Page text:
Football v Homophobia event, held alongside Manchester Pride, unites community in the game; gay player Zander Murray says symposium will help to create more role models; fellow speaker Sabah Ahmad joins Out & Out Football’s Adam Haworth on new episode of FvH Podcast to reflect – listen now!
With spirit-lifting panel chats, celebratory socials and even some voguing on the parade, Football Pride achieved its ambitions and more on Manchester Pride weekend.
Returning for the first time in three years – and as an in-person event, having been entirely virtual in 2020 – this special get-together for LGBTQ+ people in diverse roles across the game was an opportunity to see out the summer and welcome in the new season in style.
From the Thursday night socials right through to the craziness of Saturday night on Canal St, there was a festival feel about Football Pride, with everyone involved helping to create happy memories and a community vibe.
An essential figure was Professor John Goldring and his colleagues at Manchester Metropolitan University who provided the space for the Friday symposium, which began with a Women’s World Cup debrief that highlighted moments of queer joy during the tournament in Australia and New Zealand.
One such talking point stemmed from the Progress Pride painted nails of New Zealand’s Ali Riley and a story she shared after the co-hosts’ exit, about a girl in an Auckland psychiatric unit whose condition improved after seeing the rainbow colours and feeling a sense of solidarity.
FIFA and Women’s Super League referee Stacey Pearson was alongside Kick It Out’s Chris Paouros and Foudy’s founder Helen Hardy for that opening conversation, chaired by BBC Sport’s Emma Smith.
Pearson said afterwards: “Something that Ali Riley said in her video was that ‘small gestures can make a big impact’ and I think the fact that we had so many out players at the Women’s World Cup shows how far we’ve come – but it also highlighted how far we still have to go.
“With people like us coming to these events and sharing our stories as well, it’s only going to make things go further. It’s nice to celebrate the great things we have going on in our country.”
Football Pride was supported by a range of sponsors and partners, including the EFL, Kick It Out, the FSA’s Fans for Diversity initiative, Fare, and Sports Media LGBT+.
Yotel Manchester in Deansgate generously hosted the Football Pride Friday night party in its Motley bar and provided additional assistance to make the event possible.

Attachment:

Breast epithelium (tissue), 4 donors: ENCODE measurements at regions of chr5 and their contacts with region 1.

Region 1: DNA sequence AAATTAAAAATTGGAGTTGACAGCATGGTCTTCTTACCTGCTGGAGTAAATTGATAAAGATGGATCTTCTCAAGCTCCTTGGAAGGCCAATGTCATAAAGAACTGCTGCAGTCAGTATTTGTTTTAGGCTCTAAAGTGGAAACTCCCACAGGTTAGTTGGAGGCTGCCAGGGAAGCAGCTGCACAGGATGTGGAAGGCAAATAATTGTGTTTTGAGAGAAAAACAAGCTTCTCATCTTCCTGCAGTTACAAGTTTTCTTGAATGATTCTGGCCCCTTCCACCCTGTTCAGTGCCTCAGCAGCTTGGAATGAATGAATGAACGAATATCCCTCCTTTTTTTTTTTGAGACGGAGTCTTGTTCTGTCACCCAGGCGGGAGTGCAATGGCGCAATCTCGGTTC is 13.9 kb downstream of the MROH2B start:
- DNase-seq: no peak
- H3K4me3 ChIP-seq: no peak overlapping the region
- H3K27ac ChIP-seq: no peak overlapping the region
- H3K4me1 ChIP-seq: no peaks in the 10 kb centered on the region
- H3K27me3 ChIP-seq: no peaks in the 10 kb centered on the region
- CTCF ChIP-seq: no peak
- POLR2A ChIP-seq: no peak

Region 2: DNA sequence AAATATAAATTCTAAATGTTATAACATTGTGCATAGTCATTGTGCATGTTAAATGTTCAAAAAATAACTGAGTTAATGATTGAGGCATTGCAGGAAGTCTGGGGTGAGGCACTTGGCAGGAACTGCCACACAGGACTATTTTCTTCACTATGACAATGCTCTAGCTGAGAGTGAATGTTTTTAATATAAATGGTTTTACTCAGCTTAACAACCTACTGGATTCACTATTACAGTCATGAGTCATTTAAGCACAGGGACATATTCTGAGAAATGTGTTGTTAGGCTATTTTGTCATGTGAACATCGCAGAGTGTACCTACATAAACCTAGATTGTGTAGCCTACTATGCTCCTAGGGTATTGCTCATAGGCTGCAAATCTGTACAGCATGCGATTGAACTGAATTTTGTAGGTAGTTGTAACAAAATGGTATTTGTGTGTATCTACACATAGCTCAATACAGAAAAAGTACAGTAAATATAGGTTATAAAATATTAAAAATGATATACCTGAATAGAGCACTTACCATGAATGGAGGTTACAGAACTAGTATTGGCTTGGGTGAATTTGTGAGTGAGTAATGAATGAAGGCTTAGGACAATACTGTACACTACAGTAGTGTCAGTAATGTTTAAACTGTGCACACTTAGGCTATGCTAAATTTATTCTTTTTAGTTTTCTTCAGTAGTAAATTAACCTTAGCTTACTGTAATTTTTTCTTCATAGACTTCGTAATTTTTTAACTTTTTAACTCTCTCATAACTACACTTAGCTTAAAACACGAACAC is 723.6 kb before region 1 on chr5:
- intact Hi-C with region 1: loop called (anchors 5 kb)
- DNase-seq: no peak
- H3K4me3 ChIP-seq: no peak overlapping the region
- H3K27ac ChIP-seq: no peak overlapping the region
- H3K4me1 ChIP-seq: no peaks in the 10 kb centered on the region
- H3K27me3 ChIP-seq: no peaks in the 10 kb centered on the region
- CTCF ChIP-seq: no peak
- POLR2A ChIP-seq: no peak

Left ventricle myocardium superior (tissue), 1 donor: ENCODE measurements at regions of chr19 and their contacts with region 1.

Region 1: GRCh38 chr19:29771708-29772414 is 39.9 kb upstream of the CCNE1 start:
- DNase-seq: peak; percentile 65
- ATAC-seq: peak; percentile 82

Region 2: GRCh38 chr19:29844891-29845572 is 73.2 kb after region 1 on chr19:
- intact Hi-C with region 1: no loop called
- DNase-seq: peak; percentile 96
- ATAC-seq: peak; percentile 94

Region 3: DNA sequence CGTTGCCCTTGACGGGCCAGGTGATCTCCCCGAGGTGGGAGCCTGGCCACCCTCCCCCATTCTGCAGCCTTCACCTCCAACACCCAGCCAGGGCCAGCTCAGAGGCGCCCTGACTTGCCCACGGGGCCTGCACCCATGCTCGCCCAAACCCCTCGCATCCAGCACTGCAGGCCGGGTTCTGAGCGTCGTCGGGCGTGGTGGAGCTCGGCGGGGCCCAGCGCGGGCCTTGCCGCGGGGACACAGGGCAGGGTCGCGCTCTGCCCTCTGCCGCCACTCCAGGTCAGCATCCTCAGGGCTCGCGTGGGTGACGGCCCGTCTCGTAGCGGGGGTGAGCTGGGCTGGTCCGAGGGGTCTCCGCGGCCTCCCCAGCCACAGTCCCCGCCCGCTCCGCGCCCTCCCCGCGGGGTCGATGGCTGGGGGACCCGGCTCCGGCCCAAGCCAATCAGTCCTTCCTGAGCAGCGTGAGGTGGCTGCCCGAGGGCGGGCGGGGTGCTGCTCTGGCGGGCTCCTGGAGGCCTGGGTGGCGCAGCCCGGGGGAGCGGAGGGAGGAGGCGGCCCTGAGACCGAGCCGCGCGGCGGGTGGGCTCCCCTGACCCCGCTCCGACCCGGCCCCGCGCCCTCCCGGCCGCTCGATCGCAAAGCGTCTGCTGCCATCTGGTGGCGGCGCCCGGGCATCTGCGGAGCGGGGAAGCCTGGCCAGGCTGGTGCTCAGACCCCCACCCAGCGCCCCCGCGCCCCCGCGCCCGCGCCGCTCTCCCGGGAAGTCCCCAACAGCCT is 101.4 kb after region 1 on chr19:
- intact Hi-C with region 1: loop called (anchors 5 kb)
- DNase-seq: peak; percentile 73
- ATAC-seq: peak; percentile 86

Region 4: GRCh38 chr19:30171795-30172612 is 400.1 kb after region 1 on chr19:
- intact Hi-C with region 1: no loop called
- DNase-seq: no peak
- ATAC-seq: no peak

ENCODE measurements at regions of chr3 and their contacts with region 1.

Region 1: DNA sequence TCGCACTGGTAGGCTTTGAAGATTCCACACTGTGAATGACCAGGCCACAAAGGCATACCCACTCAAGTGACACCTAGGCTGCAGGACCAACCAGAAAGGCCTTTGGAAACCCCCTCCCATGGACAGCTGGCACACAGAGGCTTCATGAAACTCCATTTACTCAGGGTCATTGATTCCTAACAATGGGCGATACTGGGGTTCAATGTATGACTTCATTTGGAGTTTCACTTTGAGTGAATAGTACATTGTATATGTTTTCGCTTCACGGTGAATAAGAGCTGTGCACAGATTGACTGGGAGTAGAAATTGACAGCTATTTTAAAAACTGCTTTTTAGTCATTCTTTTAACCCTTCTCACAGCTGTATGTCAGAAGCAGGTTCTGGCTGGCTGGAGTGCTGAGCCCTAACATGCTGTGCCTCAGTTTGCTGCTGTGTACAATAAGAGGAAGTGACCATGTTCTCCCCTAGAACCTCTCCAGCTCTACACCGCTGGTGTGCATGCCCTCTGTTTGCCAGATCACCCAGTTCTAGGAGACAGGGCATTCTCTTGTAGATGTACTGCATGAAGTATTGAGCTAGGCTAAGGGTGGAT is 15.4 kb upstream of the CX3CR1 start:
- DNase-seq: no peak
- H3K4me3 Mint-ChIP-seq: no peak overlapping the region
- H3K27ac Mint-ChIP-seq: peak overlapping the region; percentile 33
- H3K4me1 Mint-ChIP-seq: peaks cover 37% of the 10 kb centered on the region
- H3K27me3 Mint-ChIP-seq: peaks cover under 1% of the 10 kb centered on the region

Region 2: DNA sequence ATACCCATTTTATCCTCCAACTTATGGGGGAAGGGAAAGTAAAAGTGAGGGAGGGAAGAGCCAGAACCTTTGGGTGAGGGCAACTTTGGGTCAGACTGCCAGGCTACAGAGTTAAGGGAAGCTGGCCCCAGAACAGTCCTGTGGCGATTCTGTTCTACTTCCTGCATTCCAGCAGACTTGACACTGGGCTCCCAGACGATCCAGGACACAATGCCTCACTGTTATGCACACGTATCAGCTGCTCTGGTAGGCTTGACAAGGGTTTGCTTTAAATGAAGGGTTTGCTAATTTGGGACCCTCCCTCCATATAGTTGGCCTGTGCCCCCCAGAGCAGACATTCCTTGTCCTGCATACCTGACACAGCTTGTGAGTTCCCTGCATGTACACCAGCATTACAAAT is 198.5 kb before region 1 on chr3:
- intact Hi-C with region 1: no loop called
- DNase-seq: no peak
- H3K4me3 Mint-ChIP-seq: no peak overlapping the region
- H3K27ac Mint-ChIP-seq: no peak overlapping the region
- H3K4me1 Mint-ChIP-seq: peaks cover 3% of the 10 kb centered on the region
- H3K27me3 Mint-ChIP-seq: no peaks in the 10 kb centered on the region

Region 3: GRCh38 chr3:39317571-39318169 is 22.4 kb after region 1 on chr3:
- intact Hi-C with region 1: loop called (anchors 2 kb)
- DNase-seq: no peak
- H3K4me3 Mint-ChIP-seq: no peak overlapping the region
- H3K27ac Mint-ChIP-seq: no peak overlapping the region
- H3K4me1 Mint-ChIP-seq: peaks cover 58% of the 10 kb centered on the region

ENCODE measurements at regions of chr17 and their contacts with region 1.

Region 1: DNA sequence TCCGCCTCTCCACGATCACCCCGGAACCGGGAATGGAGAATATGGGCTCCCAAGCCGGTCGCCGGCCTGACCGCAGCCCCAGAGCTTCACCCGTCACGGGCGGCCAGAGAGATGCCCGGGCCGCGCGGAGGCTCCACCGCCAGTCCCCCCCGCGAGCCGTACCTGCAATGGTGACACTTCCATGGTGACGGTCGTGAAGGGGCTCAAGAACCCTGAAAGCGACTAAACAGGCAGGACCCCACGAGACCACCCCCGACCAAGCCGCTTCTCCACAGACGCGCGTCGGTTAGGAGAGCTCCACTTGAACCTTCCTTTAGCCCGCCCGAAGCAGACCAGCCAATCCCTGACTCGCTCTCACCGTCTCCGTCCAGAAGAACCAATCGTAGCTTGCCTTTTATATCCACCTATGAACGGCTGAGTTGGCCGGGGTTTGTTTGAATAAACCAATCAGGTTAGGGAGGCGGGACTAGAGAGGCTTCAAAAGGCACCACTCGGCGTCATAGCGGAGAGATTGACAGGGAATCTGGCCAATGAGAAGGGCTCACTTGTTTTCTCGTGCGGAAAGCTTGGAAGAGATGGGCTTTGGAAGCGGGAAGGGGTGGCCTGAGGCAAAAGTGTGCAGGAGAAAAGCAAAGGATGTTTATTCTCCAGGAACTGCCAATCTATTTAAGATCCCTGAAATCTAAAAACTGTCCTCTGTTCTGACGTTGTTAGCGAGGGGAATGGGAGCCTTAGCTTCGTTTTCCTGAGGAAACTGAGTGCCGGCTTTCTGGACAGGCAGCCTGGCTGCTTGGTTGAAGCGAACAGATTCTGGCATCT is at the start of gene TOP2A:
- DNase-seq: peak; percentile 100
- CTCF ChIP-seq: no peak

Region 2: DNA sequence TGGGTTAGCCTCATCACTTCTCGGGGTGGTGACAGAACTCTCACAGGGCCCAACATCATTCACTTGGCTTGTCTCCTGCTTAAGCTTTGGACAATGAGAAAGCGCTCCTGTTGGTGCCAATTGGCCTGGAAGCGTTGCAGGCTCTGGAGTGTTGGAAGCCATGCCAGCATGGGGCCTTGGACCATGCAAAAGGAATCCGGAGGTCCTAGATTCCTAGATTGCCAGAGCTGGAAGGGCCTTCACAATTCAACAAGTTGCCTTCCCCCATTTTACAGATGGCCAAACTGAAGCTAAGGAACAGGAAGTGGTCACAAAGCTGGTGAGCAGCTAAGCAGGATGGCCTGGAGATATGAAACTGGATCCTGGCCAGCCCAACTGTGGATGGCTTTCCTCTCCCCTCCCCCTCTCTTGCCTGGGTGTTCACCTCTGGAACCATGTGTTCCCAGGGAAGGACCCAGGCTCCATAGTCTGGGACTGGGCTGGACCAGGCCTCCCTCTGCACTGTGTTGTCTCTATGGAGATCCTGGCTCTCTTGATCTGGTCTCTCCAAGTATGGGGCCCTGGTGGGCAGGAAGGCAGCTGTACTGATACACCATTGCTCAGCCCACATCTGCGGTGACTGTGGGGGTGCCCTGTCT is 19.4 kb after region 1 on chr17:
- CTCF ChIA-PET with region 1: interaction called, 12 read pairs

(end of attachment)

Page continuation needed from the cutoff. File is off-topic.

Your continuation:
Making the trip down from Scotland to take part were Bonnyrigg Rose’s Zander Murray and referee Lloyd Wilson, both of whom came out publicly last year.
They were among the ‘Gamechangers in Men’s Football’ who chatted to BBC Radio Manchester’s Mike Minay about their experiences on the second panel of the day.
Murray said it had been a “whirlwind” 12 months but underlined his gratitude for the opportunities that had come his way.
“I was in the closet, and struggling,” said the striker, reflecting on how his mental health used to be. “I thought there was no one out there like me. I didn’t have any role models.
“So it’s incredible to be in a room with people like myself, and to be part of a community like we have at Football Pride.”
The mental wellbeing of gay and bisexual men in sport was addressed by Wilson when he first shared his story, and was also a topic at Football Pride.
The other panellists for this segment were Sevenoaks Town FC’s Jahmal Howlett-Mundle, who came through the Academy set-up at Premier League club Crystal Palace as a youngster; former prospective pro footballer turned multi-discipline athlete, advocate and influencer, Jake Williamson; and Mikey Connor – a Liverpool FA referee who has found fame through BBC gay dating show ‘I Kissed A Boy’.
All are members of the LGBTQ+ Professionals in Football Collective, an industry network for those who work in pro or semi-pro roles in the game and who are LGBTQ+ or active allies.
Wilson was at Manchester Pride in 2022 – one of his first experiences of such an event – and was keen to return to the city.
“It’s unbelievable to have football represented at a major Pride like this,” he said.
“Once upon a time, I didn’t think there were gay people in football. That was really the irony of the situation I was in.
“However, it’s great to be with so many like-minded people and enjoy the buzz in Manchester at this time of the year. I’m absolutely delighted to be here with people like Zander and Stacey.”
The group followed up their symposium appearance by recording a bonus episode of the ‘We’re Really Not Here’ podcast for BBC Radio Manchester Sport, again helmed by Minay.
The morning session concluded with considerable amounts of trans joy served up in a conversation titled ‘Monster TRUK!’ which was followed by a focus on the global challenges related to gender diversity in sport.
TRUK United FC player-manager Lucy Clark was alongside her wife and matchday co-ordinator Avril; the club’s two captains, Arthur Webber and Natalie Washington; and Webber’s transmasc team-mate, Parker Dunn.
A video recap of TRUK’s trailblazing year, created by Lucy, was screened, with Arthur leading the panel in a conversation about the positive impact of the club on the trans community, extending to unexpected places around the world.